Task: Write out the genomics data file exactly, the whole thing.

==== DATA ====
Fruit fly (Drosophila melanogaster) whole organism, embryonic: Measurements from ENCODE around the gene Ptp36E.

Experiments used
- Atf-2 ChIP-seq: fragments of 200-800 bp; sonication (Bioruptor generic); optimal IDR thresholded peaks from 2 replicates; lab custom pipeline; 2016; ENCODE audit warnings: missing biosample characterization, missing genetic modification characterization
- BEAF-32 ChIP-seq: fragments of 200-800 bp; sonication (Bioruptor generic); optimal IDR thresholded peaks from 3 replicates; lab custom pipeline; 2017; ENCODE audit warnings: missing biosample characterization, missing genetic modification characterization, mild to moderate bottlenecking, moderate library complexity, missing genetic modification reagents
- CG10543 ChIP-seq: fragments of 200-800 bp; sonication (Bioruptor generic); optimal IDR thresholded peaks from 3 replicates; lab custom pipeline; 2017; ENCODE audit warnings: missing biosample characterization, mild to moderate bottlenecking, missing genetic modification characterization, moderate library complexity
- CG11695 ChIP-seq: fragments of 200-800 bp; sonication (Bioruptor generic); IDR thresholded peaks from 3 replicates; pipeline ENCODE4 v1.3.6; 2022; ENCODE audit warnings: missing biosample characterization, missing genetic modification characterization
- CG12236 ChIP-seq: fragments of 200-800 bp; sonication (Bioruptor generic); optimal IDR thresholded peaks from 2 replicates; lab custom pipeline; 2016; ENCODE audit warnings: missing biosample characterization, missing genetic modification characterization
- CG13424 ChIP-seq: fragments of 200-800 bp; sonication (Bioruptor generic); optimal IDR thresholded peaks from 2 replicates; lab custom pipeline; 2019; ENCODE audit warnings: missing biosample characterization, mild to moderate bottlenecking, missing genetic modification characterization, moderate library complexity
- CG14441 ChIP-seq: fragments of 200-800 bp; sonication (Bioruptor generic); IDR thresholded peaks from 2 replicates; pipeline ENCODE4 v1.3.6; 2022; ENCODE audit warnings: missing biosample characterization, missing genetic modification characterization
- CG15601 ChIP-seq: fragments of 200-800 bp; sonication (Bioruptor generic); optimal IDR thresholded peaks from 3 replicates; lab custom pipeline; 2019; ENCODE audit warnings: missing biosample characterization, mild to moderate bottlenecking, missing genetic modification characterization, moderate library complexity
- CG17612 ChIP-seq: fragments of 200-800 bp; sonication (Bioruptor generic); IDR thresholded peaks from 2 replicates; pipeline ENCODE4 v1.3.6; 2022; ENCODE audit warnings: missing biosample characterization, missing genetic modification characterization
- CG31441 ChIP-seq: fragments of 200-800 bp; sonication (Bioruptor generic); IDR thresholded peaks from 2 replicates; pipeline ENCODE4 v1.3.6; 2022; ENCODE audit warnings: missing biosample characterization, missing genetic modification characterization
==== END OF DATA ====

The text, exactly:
Fruit fly (Drosophila melanogaster) whole organism, embryonic: Measurements from ENCODE around the gene Ptp36E.

Experiments used
- Atf-2 ChIP-seq: fragments of 200-800 bp; sonication (Bioruptor generic); optimal IDR thresholded peaks from 2 replicates; lab custom pipeline; 2016; ENCODE audit warnings: missing biosample characterization, missing genetic modification characterization
- BEAF-32 ChIP-seq: fragments of 200-800 bp; sonication (Bioruptor generic); optimal IDR thresholded peaks from 3 replicates; lab custom pipeline; 2017; ENCODE audit warnings: missing biosample characterization, missing genetic modification characterization, mild to moderate bottlenecking, moderate library complexity, missing genetic modification reagents
- CG10543 ChIP-seq: fragments of 200-800 bp; sonication (Bioruptor generic); optimal IDR thresholded peaks from 3 replicates; lab custom pipeline; 2017; ENCODE audit warnings: missing biosample characterization, mild to moderate bottlenecking, missing genetic modification characterization, moderate library complexity
- CG11695 ChIP-seq: fragments of 200-800 bp; sonication (Bioruptor generic); IDR thresholded peaks from 3 replicates; pipeline ENCODE4 v1.3.6; 2022; ENCODE audit warnings: missing biosample characterization, missing genetic modification characterization
- CG12236 ChIP-seq: fragments of 200-800 bp; sonication (Bioruptor generic); optimal IDR thresholded peaks from 2 replicates; lab custom pipeline; 2016; ENCODE audit warnings: missing biosample characterization, missing genetic modification characterization
- CG13424 ChIP-seq: fragments of 200-800 bp; sonication (Bioruptor generic); optimal IDR thresholded peaks from 2 replicates; lab custom pipeline; 2019; ENCODE audit warnings: missing biosample characterization, mild to moderate bottlenecking, missing genetic modification characterization, moderate library complexity
- CG14441 ChIP-seq: fragments of 200-800 bp; sonication (Bioruptor generic); IDR thresholded peaks from 2 replicates; pipeline ENCODE4 v1.3.6; 2022; ENCODE audit warnings: missing biosample characterization, missing genetic modification characterization
- CG15601 ChIP-seq: fragments of 200-800 bp; sonication (Bioruptor generic); optimal IDR thresholded peaks from 3 replicates; lab custom pipeline; 2019; ENCODE audit warnings: missing biosample characterization, mild to moderate bottlenecking, missing genetic modification characterization, moderate library complexity
- CG17612 ChIP-seq: fragments of 200-800 bp; sonication (Bioruptor generic); IDR thresholded peaks from 2 replicates; pipeline ENCODE4 v1.3.6; 2022; ENCODE audit warnings: missing biosample characterization, missing genetic modification characterization
- CG31441 ChIP-seq: fragments of 200-800 bp; sonication (Bioruptor generic); IDR thresholded peaks from 2 replicates; pipeline ENCODE4 v1.3.6; 2022; ENCODE audit warnings: missing biosample characterization, missing genetic modification characterization